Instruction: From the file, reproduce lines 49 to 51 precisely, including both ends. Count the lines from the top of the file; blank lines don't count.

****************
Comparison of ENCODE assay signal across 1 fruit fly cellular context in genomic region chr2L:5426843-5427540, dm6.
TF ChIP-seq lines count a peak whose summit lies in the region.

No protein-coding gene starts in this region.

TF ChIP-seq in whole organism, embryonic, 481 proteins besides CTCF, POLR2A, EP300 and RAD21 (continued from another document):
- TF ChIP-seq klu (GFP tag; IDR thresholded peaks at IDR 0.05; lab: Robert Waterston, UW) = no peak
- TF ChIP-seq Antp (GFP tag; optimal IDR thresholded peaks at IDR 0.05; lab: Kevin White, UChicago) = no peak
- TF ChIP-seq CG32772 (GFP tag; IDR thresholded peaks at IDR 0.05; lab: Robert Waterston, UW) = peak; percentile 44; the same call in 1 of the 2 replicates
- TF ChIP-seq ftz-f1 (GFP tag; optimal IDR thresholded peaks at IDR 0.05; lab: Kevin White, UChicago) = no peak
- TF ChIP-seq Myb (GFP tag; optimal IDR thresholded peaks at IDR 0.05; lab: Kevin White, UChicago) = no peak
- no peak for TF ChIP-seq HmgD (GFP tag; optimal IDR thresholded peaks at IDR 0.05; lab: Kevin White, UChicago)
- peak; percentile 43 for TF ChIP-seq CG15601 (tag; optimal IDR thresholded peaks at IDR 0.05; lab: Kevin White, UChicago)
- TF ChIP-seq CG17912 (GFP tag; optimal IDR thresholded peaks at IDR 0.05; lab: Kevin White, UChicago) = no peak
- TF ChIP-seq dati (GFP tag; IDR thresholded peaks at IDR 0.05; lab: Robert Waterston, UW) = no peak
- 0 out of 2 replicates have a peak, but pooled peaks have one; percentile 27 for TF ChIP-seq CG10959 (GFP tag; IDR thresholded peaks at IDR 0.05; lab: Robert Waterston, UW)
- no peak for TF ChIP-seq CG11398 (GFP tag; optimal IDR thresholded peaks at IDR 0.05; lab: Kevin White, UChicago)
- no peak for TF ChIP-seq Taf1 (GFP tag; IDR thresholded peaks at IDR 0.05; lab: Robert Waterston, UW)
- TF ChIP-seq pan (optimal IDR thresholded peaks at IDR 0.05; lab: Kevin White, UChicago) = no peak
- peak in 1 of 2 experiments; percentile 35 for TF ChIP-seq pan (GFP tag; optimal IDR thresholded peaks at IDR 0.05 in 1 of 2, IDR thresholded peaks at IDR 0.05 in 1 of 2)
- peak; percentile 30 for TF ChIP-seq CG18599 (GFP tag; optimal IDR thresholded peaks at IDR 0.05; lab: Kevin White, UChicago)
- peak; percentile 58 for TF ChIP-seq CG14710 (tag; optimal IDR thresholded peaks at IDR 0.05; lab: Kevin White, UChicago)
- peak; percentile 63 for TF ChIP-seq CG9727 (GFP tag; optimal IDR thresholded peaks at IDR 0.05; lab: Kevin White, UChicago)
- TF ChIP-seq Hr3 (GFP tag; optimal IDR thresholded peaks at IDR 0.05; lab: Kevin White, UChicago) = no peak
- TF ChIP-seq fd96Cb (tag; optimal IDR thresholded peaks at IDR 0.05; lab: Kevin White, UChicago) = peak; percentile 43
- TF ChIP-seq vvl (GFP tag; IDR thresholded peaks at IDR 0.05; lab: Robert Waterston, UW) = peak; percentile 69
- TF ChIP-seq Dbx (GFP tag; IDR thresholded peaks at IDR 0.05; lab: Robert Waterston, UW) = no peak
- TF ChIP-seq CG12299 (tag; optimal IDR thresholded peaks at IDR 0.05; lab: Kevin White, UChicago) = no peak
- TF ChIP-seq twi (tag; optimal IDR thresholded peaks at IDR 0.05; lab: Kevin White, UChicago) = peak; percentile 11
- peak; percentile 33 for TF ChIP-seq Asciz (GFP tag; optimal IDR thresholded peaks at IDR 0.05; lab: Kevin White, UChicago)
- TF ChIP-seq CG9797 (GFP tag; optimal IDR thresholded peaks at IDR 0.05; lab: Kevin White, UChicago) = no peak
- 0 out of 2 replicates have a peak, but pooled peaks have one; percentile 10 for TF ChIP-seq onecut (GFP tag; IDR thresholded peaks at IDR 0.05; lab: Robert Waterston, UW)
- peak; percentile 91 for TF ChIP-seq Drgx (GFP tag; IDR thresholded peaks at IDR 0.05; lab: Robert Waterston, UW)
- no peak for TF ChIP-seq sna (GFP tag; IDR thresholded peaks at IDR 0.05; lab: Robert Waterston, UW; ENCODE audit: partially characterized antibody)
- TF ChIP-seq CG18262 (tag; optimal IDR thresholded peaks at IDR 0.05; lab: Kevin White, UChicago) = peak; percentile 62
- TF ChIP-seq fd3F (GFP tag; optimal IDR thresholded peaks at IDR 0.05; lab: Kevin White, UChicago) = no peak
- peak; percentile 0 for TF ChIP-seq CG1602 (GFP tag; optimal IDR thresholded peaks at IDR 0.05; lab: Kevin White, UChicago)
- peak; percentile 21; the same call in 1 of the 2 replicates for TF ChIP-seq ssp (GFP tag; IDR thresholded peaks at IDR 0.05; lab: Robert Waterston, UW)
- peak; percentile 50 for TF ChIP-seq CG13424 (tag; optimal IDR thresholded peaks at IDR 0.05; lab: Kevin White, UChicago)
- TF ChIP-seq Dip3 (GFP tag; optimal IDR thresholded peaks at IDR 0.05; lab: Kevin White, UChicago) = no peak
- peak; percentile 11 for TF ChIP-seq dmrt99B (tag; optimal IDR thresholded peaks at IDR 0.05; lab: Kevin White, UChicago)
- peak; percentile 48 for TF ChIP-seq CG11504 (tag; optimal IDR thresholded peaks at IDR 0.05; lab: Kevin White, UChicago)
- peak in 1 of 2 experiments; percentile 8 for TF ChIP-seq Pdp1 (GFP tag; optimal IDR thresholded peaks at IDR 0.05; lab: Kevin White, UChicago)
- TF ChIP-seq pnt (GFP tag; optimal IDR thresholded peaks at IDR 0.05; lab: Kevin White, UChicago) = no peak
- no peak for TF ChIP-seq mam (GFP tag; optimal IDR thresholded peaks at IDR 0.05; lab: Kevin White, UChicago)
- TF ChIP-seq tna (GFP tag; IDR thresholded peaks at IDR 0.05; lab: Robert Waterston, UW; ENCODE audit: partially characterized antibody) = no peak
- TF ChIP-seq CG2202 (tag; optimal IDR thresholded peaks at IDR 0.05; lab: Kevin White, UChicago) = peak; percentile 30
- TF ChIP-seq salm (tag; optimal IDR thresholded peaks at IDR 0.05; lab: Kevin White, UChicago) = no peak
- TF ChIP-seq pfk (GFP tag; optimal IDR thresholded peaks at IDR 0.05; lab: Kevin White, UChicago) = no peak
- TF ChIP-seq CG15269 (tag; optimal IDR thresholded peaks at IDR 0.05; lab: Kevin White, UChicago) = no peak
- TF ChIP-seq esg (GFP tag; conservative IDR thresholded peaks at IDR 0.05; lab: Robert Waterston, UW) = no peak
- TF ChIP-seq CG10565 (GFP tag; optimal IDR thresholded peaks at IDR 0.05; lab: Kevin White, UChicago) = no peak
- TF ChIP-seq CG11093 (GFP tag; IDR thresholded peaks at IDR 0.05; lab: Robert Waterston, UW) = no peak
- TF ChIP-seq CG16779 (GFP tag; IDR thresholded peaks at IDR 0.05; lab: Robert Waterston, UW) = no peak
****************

- TF ChIP-seq esg (GFP tag; conservative IDR thresholded peaks at IDR 0.05; lab: Robert Waterston, UW) = no peak
- TF ChIP-seq CG10565 (GFP tag; optimal IDR thresholded peaks at IDR 0.05; lab: Kevin White, UChicago) = no peak
- TF ChIP-seq CG11093 (GFP tag; IDR thresholded peaks at IDR 0.05; lab: Robert Waterston, UW) = no peak